This is page 175 of An Anglo-Saxon Dictionary by Bosworth and Toller (1898)

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to make trial of; periclitari, experiri :-- Gódes and yfles ðæ-acute;r ic cunnade there I had experience of good and evil, Exon. 85b; Th. 321, 26; Wíd. 52. Git wada cunnedon ye made a trial of the fords, Beo. Th. 1021; B. 508. [Orm. cunnenn to try, attempt: O. H. Ger. kunnén experiri, tentare.] DER. a-cunnian, be-, ge-.

cunning, e; f. Experience, CUNNING; experientia, Som. Ben. Lye. v. on-cunning.

cunnung, e; f. Probation; probatio, tentatio. Exon. 118a; Th. 453, 33; Hy. 4, 24.

cuopel; gen. cuople; f? A coble, small ship; navicula :-- Ofstígende hine oððe he ofstág in lytlum scipe oððe in cuople ascendente eo in naviculam, Mt. Kmbl. Lind. 8, 23.

CUPPE, an; f. A small drinking vessel, CUP; poculum, obba :-- Cuppe obba, Ælfc. Gl. 24; Som. 60, 43; Wrt. Voc. 24, 43. Nime áne cuppan let him take a cup, L. M. 2, 64; Lchdm. ii. 290, 2: Lchdm. iii. 72, 17: Cod. Dipl. 492; Kmbl. ii. 380, 35. Ic ge-an mínum hláforde iv cuppan I give four cups to my lord, Th. Diplm. A. D. 972; 519, 24. [Prompt. Wyc. cuppe: Piers P. coppe, coupe: Chauc. cuppe: R. Glouc. coupe: Orm. cuppess, pl: Laym. cuppe: Plat. kop-jen, kop-ken a little basin: Frs. O. Frs. Dut. kop, m: Dan. kop, m. f: Swed. kopp, m: Icel. koppr, m: Fr. coupe, f: It. cóppa, f: Span. cópa, f: Lat. cupa, f. a tub, cask: Grk. GREEK a cup, goblet: Wel. cwpan, f; cwb, m; Ir. cupa: Sansk. k&u-long;pa, kumbha, m. a vessel for water.] DER. scencing-cuppe, sop-.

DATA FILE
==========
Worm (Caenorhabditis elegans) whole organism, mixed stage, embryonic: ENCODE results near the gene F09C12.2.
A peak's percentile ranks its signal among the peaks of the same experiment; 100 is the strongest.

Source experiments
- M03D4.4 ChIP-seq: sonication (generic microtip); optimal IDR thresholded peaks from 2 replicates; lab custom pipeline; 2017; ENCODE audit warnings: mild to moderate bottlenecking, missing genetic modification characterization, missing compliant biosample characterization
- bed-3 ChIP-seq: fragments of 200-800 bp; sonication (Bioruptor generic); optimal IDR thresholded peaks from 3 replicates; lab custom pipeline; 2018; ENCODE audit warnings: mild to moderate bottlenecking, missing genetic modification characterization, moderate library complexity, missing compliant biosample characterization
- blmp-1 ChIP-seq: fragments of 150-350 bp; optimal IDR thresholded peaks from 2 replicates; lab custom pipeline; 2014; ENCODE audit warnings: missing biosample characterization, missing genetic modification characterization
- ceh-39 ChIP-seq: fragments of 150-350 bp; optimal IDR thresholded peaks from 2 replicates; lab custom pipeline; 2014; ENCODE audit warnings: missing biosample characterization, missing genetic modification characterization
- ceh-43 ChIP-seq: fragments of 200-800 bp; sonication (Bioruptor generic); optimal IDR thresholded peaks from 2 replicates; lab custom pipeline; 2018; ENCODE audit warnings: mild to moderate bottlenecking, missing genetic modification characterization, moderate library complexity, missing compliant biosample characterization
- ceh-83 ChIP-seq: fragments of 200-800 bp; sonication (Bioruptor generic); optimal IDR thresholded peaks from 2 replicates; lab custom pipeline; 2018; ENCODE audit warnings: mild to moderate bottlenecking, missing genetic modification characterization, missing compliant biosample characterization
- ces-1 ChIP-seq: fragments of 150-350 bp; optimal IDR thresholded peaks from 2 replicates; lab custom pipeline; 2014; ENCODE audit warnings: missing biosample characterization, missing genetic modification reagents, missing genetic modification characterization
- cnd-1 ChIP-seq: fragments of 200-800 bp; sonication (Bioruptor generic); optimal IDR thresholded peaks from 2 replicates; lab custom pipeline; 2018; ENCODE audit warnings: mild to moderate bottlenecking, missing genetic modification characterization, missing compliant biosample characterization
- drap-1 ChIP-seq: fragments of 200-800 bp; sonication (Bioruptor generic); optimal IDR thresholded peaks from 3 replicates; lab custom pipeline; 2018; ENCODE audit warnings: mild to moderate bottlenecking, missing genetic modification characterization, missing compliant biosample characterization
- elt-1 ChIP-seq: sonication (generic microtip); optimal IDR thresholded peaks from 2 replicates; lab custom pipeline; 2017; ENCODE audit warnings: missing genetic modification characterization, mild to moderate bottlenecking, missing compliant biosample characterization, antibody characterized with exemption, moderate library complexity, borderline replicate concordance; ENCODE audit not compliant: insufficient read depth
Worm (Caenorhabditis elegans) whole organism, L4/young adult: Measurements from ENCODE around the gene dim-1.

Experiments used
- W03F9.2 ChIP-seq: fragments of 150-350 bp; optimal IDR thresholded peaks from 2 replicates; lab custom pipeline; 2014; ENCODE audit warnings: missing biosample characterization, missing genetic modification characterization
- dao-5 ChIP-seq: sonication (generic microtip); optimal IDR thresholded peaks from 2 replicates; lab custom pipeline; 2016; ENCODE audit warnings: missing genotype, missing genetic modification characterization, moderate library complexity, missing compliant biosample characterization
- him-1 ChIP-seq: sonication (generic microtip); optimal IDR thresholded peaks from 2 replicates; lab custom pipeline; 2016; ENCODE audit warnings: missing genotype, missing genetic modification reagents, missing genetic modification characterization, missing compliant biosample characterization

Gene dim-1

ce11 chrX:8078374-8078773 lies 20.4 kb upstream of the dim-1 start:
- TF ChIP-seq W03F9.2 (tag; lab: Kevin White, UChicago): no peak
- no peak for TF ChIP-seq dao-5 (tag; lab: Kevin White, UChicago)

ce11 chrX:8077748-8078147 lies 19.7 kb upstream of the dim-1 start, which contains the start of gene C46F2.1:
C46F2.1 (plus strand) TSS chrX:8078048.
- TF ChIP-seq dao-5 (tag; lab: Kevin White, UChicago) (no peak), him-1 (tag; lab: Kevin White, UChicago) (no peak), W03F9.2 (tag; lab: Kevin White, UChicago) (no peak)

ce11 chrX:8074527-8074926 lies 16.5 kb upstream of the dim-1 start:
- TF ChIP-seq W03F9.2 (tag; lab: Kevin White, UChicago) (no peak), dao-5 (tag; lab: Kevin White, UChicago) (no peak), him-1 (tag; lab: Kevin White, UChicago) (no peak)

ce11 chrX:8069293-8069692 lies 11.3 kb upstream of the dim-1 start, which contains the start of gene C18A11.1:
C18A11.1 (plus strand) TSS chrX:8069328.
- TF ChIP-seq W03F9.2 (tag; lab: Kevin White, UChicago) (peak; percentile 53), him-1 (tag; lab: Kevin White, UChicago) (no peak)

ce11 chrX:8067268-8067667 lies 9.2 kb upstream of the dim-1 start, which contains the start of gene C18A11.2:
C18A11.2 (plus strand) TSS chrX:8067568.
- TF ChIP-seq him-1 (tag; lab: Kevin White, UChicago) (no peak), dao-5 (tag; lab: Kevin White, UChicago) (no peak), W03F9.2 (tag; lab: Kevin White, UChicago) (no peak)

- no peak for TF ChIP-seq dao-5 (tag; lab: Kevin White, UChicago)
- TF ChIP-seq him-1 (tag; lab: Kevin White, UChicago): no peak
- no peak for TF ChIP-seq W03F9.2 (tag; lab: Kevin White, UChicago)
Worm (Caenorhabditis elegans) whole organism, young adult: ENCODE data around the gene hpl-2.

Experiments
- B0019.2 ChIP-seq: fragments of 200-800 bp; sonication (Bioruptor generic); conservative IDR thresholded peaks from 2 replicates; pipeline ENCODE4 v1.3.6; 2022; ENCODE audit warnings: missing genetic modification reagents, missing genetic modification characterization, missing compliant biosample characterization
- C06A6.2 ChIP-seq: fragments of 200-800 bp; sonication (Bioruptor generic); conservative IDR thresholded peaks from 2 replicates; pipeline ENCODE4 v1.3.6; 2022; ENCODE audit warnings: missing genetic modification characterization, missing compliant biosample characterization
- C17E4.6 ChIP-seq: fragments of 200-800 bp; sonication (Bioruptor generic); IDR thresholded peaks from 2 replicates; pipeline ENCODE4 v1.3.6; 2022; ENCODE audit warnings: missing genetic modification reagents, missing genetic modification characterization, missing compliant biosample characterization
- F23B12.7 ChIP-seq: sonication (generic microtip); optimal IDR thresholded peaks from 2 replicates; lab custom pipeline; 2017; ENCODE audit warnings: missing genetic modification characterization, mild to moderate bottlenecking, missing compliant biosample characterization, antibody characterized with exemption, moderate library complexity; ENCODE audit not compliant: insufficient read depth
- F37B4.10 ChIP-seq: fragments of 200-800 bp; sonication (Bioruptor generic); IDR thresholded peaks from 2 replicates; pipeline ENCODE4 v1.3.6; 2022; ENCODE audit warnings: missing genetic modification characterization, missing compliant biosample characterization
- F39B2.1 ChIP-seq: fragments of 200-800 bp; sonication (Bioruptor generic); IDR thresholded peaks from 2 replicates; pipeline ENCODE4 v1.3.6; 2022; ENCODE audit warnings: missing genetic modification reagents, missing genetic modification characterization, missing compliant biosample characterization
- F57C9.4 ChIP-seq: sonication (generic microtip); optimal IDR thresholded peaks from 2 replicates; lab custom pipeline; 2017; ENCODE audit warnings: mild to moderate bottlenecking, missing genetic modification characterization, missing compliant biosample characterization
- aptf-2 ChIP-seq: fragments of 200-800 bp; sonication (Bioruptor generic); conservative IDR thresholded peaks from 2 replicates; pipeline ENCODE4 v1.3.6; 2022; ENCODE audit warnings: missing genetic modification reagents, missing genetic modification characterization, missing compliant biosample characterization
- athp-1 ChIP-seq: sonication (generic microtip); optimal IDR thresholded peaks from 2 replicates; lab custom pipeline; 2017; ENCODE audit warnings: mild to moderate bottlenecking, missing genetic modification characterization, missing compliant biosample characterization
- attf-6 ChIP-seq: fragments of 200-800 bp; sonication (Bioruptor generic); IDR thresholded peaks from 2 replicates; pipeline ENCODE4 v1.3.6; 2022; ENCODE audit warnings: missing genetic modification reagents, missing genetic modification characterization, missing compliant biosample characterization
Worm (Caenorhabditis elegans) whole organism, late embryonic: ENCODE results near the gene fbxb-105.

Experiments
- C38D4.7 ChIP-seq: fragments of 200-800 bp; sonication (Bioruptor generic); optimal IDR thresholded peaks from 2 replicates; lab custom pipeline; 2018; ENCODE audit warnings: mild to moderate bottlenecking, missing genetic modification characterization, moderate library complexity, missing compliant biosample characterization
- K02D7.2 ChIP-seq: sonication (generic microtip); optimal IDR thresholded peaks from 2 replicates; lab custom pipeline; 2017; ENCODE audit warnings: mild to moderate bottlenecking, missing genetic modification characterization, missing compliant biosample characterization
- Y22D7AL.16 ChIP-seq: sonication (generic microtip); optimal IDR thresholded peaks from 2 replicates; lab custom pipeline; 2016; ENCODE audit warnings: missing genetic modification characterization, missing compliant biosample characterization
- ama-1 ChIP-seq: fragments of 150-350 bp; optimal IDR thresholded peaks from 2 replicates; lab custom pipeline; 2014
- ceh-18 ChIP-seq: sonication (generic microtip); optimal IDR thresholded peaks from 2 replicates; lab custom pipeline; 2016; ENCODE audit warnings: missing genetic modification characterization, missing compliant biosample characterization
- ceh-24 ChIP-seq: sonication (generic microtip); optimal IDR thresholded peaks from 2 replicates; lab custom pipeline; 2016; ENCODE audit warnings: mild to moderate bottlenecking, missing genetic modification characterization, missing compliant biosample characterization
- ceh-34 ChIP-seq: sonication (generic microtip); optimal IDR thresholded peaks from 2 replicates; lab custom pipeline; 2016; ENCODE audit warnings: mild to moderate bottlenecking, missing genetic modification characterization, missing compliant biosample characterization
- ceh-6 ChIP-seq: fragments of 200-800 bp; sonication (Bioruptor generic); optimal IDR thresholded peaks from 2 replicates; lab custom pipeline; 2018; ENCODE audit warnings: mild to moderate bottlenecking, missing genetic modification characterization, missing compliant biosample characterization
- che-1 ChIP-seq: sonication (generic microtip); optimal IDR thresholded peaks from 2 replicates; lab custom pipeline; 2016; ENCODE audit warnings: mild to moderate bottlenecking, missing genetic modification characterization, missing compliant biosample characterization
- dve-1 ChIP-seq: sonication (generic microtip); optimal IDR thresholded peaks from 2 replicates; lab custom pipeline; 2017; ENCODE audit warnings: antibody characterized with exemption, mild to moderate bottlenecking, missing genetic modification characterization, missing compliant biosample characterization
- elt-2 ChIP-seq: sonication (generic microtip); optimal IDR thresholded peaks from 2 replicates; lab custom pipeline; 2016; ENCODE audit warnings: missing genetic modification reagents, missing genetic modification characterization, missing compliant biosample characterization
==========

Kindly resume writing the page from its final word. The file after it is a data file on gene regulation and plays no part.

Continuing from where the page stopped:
curfon carved, Lev. 8, 20; p. pl. of ceorfan.

curmealle, curmelle, curmille, an; f. Centaury; centaur&e-long;urn = GREEK :-- Wið útsihtádle; curmealle, etc. for diarrhæa; centaury, etc. L. M. 3, 22; Lchdm. ii. 320, 11: 1, 32; Lchdm. ii. 76, 20. Curmille centaury, 1, 32; Lchdm. ii. 78, 21. Wring curmeallan seáw wring juice of centaury, 3, 3; Lchdm. ii. 310, 9: Lchdm. iii. 38, 26: 58, 10. Genim gréne curmeallan take green centaury, 10, 19: 18, 23: 28, 28: L. M. 3, 26; Lchdm. ii. 322, 21: 3, 30; Lchdm. ii. 324, 21. Wyl on ealaþ twá curmeallan boil in ale the two centauries, L. M. 3, 38; Lchdm. ii. 330, 14. The centaury may be spoken of as, I. the greater centaury; chlora perfoliata, Lin :-- Genim ðás wyrte ðe Grécas cenlauria major and Angle curmelle seó máre nemnaþ take this herb which the Greeks name centaurea major and the English the greater centaury, Herb. 35, 1; Lchdm. i. 134, 3. Curmelle centaurea major, Ælfc. Gl. 42; Som. 64, 29; Wrt. Voc. 31, 39. II. the lesser centaury; erythræa centaurium, Lin :-- Ðeós wyrt ðe man centauriam minorem and óðrum naman curmelle seó læsse nemneþ, biþ cenned on fæstum landum this herb which is named centaurea minor and by another name the lesser centaury, is produced on stiff lands, Herb. 36, 1; Lchdm. i. 134, 17. v. eorþ-gealla.

curn-stán a mill-stone, Glos. Prudent. Recd. 149, 79. v. cweorn-stán.

curon chose, Cd. 86; Th. 108, 9; Gen. 1803; p. pl. of ceósan.

CURS, es; m. A CURSE ; maledictio :-- On æ-acute;nigne man curse asettan to set a curse on any man, Offic. Episc. 3. Git híg æ-acute;nig man útabrede, hæbbe he Godes curs if any man take them away let him have God's curse, Wanl. Catal. 81, 5: Cod. Dipl. 310; A. D. 871-878; Kmbl. ii. 107, 5: 1057; Kmbl. v. 114, 25: Chr. 656; Erl. 33, 12: 675; Erl. 39, 20, 21, 27, 28: 963; Erl. 123, 14. [Prompt, curce: Wyc. curs: Chauc. cursing: R. Brun. cursyng.]